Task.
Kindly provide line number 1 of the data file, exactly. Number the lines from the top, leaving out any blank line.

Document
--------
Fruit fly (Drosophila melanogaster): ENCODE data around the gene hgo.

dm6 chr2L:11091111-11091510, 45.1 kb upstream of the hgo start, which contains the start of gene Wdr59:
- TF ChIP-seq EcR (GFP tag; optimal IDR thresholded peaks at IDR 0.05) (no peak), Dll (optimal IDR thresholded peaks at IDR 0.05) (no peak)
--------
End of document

Fruit fly (Drosophila melanogaster): ENCODE data around the gene hgo.